Gulfstream had previously expected to obtain certification of the large-cabin jet, which competes with Canadian private planemaker Bombardier's Global 7500, in late 2023 and had planned to deliver 19 of the aircraft.

The process for certifying new aircraft in the United States has come under greater scrutiny following the fatal crashes of two flights involving the Boeing 737 MAX in October 2018 and March 2019. Industry officials expect that to persist after a door plug blew off an Alaska Airlines MAX 9 mid-flight in January.

Gulfstream President Mark Burns in 2019 said he believed the FAA would seek more information during the G700 certification, following the crashes, but did not expect any unreasonable requests.

Gulfstream said the G700 will have takeoff and landing distances shorter than originally anticipated.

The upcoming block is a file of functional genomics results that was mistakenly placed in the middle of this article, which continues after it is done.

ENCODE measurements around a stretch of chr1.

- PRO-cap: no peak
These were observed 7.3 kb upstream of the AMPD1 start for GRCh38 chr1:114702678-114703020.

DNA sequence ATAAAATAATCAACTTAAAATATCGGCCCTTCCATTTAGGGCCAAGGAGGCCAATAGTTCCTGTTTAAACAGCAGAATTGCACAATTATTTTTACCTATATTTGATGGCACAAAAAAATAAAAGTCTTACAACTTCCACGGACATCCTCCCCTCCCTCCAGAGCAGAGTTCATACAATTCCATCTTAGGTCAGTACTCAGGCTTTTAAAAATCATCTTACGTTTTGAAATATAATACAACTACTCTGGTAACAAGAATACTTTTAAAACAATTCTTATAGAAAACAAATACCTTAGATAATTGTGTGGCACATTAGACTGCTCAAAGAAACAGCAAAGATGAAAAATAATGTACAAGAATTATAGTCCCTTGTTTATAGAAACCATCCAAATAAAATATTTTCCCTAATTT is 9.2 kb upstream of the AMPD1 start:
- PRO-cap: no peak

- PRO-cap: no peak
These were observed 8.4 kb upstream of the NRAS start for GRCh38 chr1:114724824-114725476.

"We have successfully completed the most rigorous certification program in company history with the G700," Burns said.

In September, the company announced performance improvements, saying the G700 range increased to 7,750 nautical miles (14,353 kilometers) at Mach 0.85, as has its maximum operating speed to become the fastest Gulfstream jet.

Business jet makers expect sustained customer appetite for private planes after a boom during the COVID-19 pandemic, but slowing 2024 global growth and the increasing availability of pre-owned planes could weigh on demand.

Boeing has been awaiting certification of its smaller 737 MAX 7 and larger MAX 10 for years, and now faces new hurdles after it withdrew in January a request for a key safety exemption that could have allowed the FAA to speed approval for the MAX 7.

(Reporting by David Shepardson, Allison Lampert; Additional reporting by Mike Stone; Editing by Chizu Nomiyama and Bill Berkrot)

By Allison Lampert and David Shepardson